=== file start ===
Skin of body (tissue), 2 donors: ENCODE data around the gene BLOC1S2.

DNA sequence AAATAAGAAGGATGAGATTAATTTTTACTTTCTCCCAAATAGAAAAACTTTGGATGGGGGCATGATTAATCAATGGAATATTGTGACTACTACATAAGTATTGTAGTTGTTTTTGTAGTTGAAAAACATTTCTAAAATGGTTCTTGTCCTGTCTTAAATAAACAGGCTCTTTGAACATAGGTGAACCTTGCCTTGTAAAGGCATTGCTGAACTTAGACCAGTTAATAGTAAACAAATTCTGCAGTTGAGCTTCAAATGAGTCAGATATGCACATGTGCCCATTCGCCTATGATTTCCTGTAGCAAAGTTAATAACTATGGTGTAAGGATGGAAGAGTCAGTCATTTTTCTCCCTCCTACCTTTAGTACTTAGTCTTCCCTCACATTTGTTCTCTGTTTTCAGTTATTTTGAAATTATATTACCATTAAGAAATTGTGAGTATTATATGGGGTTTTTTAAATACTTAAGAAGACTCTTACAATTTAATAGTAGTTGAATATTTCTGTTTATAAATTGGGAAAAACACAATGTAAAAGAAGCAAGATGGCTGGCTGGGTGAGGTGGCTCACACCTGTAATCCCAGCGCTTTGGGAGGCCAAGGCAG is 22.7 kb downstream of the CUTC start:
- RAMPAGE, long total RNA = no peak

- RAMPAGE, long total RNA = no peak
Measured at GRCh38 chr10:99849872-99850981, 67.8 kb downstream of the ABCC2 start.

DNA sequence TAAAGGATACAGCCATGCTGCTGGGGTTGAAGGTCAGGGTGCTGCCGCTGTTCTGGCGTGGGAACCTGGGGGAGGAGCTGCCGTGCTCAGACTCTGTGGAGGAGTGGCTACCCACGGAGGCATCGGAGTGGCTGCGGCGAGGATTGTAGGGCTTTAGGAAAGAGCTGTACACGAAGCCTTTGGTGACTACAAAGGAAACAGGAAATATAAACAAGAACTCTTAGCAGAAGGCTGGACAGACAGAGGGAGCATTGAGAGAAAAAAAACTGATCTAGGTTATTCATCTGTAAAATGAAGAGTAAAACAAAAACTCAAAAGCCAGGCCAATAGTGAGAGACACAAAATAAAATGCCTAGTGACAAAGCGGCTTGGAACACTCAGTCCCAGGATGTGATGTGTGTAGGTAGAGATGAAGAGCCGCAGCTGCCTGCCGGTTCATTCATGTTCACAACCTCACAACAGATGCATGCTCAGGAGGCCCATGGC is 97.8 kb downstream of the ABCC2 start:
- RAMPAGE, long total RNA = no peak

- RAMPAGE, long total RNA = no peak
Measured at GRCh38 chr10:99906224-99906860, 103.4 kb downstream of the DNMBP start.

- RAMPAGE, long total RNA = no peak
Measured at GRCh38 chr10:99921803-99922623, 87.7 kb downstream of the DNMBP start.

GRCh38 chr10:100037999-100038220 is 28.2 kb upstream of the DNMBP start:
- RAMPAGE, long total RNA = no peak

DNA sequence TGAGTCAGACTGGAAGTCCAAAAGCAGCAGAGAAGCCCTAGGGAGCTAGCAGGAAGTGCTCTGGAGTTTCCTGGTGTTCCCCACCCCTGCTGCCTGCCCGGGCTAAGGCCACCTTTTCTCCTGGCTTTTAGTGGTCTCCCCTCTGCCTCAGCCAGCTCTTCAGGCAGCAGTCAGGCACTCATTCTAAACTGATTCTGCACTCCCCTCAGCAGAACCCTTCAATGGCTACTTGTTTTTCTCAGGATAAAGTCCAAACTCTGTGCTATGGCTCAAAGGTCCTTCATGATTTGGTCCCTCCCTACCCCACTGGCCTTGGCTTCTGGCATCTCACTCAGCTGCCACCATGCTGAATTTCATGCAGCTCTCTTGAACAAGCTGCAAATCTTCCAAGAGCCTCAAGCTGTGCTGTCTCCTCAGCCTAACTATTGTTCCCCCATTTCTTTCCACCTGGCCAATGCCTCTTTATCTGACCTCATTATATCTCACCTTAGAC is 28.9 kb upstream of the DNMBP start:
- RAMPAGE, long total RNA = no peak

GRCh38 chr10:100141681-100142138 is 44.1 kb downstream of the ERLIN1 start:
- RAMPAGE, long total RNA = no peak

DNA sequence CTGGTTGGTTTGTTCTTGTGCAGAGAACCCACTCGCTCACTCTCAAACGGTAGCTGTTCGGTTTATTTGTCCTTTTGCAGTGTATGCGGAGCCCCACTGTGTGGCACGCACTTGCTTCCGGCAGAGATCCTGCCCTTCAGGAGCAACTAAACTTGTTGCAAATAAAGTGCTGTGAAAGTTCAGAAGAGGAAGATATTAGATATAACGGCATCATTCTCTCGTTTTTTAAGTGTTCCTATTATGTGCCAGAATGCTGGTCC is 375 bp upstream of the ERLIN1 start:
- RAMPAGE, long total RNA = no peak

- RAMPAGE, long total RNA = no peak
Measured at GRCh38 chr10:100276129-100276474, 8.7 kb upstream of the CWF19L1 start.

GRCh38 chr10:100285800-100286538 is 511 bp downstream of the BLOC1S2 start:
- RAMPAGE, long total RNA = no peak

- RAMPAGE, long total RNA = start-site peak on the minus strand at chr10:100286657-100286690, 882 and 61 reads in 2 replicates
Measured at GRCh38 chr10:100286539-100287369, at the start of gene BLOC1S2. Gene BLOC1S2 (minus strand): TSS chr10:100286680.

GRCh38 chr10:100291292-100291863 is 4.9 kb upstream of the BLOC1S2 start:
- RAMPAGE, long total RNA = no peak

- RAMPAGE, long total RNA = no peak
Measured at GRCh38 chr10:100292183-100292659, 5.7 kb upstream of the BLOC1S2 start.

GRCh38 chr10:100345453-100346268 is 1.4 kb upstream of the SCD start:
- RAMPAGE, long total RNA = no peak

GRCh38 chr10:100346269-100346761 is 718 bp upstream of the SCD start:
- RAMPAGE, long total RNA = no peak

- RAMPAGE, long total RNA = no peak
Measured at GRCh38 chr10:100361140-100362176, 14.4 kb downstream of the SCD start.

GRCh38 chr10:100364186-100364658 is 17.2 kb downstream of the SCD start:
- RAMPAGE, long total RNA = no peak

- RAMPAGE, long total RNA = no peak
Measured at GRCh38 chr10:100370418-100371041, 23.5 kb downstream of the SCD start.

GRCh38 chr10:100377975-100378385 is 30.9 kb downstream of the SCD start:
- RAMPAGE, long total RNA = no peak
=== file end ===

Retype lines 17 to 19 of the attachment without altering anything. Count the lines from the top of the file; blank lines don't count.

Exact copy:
- RAMPAGE, long total RNA = no peak

DNA sequence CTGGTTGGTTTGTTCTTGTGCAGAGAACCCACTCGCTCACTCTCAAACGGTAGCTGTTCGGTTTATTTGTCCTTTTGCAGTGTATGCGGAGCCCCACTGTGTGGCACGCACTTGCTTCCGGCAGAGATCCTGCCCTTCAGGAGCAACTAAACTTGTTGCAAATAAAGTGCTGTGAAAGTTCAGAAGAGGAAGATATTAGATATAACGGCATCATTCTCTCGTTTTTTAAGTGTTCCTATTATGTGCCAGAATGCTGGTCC is 375 bp upstream of the ERLIN1 start:
- RAMPAGE, long total RNA = no peak